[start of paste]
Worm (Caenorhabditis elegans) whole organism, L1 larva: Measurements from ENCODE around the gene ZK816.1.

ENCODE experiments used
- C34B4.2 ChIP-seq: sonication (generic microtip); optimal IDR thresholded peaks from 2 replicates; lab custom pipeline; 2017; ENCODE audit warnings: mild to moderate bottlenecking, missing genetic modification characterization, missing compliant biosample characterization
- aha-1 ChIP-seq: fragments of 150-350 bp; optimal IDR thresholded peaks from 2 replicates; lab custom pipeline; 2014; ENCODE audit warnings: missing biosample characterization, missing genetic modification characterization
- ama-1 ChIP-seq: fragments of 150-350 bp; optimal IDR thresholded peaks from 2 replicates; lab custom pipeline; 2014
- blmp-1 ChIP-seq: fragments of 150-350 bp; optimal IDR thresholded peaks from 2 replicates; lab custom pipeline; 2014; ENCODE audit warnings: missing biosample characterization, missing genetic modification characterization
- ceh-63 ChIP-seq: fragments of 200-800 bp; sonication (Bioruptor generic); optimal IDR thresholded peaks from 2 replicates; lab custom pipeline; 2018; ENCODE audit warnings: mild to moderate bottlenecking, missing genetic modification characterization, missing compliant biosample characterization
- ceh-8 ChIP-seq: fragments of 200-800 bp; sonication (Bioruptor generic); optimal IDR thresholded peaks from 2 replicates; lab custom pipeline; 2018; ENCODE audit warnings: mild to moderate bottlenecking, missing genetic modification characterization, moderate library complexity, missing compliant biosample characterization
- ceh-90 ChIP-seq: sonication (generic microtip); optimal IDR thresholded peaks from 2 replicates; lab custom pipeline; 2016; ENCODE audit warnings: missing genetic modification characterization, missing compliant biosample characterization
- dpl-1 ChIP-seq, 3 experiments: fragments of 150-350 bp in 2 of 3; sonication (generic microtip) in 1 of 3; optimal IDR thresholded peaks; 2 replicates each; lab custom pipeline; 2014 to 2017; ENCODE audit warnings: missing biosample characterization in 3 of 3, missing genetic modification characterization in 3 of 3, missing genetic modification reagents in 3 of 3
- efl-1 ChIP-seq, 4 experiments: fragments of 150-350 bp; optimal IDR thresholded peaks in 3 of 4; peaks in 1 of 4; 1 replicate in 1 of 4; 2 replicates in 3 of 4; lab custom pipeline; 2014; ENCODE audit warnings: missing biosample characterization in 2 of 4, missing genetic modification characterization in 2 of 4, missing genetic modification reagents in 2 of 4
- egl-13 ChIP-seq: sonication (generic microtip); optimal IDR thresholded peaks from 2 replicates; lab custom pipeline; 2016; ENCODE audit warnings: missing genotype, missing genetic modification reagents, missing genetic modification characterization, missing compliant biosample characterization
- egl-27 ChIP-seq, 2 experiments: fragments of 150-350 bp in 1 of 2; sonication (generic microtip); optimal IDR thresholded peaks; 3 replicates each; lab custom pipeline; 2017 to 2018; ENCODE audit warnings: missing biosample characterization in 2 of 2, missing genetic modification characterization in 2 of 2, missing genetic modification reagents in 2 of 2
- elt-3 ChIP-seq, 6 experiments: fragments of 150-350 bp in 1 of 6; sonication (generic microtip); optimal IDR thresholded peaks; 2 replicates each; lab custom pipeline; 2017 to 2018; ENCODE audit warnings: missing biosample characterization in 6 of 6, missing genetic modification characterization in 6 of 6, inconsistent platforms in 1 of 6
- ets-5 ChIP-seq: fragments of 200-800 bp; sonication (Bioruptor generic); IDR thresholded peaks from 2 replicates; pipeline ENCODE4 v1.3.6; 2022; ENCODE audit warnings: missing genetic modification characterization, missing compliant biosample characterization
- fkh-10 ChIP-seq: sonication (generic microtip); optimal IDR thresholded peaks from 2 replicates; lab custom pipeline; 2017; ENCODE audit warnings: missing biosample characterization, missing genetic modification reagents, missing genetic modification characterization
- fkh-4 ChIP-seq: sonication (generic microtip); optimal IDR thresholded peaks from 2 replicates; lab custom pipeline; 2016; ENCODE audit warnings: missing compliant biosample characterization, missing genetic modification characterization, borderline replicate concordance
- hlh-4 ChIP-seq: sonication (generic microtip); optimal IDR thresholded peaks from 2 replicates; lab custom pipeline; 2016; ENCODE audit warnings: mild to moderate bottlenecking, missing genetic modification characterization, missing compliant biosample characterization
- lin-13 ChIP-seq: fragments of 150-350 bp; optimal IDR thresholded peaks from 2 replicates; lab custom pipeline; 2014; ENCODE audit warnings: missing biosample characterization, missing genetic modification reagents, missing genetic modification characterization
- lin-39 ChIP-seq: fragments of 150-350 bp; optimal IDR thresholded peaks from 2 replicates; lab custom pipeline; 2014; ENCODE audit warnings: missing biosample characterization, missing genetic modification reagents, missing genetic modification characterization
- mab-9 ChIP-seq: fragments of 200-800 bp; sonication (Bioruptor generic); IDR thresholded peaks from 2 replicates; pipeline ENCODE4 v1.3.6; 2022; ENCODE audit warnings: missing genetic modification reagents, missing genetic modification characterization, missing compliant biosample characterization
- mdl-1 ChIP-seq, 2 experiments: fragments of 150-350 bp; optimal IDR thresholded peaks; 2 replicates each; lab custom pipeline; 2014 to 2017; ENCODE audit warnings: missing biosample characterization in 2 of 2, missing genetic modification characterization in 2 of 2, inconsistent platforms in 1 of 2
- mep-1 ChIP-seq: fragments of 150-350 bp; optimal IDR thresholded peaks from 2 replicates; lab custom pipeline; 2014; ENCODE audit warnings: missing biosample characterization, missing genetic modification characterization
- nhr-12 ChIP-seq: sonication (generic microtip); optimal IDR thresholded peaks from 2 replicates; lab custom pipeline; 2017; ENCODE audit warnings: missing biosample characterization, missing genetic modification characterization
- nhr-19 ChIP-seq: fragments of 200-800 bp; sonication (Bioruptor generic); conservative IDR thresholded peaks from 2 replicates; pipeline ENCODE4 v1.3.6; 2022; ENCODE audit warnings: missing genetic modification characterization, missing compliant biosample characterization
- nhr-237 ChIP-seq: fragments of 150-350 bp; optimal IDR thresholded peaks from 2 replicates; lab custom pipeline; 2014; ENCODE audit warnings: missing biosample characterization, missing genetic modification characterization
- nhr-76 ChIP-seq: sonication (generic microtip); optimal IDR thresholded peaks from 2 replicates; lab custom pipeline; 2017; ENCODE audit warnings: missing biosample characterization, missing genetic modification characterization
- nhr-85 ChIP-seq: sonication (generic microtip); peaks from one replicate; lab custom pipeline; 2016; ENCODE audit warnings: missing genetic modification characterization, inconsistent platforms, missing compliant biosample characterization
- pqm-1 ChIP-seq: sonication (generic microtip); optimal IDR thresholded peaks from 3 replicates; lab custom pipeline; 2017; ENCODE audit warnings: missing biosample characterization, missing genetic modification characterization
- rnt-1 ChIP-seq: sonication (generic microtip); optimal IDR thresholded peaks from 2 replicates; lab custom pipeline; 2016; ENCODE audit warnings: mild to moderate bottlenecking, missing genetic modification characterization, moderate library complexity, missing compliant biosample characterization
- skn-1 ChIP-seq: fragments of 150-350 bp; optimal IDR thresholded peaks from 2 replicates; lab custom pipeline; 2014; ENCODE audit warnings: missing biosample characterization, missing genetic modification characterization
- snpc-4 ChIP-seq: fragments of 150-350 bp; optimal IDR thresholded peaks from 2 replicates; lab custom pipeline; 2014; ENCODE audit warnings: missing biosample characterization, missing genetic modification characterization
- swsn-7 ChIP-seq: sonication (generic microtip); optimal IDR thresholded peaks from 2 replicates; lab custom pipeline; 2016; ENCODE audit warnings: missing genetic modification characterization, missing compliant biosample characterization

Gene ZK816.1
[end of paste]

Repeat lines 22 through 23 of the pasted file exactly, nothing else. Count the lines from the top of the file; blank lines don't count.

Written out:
- mdl-1 ChIP-seq, 2 experiments: fragments of 150-350 bp; optimal IDR thresholded peaks; 2 replicates each; lab custom pipeline; 2014 to 2017; ENCODE audit warnings: missing biosample characterization in 2 of 2, missing genetic modification characterization in 2 of 2, inconsistent platforms in 1 of 2
- mep-1 ChIP-seq: fragments of 150-350 bp; optimal IDR thresholded peaks from 2 replicates; lab custom pipeline; 2014; ENCODE audit warnings: missing biosample characterization, missing genetic modification characterization